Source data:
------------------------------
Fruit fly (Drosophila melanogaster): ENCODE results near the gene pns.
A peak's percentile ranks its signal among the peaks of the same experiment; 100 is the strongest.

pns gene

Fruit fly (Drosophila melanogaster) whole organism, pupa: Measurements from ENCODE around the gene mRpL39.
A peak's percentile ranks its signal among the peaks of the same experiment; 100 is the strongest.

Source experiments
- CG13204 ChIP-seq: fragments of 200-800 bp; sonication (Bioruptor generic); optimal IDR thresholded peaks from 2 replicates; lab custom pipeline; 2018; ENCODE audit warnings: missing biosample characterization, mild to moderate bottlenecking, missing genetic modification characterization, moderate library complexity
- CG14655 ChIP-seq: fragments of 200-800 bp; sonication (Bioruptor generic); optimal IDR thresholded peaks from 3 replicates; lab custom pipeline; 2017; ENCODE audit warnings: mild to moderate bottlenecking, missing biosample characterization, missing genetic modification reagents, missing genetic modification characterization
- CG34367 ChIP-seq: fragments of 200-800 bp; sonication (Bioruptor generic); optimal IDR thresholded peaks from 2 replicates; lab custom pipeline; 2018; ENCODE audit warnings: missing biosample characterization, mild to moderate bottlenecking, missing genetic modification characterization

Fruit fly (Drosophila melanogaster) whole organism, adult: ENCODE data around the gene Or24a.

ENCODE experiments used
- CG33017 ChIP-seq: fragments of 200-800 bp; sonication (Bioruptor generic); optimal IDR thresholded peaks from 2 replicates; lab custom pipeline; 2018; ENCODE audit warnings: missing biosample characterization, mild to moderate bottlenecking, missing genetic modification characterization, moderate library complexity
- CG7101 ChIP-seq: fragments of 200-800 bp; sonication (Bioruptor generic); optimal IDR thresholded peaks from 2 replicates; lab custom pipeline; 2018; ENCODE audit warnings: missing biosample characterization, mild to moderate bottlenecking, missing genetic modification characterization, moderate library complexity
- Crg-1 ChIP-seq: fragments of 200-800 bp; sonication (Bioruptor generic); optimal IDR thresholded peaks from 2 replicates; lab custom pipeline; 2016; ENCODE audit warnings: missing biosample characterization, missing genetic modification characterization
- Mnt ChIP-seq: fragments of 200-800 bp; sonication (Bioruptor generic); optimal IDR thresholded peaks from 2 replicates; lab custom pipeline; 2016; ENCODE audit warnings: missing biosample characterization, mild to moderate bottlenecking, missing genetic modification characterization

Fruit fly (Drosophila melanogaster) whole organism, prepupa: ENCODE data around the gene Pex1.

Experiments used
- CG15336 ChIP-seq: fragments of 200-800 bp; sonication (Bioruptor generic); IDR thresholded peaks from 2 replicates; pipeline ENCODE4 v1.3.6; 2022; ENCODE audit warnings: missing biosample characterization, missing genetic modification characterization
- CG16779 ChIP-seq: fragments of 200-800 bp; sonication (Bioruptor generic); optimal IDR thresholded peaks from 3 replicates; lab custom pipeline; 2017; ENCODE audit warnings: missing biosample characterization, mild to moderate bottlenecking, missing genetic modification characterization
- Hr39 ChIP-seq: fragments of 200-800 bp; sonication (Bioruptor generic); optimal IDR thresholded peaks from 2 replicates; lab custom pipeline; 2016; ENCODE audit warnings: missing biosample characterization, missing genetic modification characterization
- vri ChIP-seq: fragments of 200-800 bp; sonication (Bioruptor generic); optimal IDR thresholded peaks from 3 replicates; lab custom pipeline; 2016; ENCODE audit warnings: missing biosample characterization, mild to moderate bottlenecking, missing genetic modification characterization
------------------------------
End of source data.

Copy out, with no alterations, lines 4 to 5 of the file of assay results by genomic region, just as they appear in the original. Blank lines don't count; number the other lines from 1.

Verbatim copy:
Fruit fly (Drosophila melanogaster) whole organism, pupa: Measurements from ENCODE around the gene mRpL39.
A peak's percentile ranks its signal among the peaks of the same experiment; 100 is the strongest.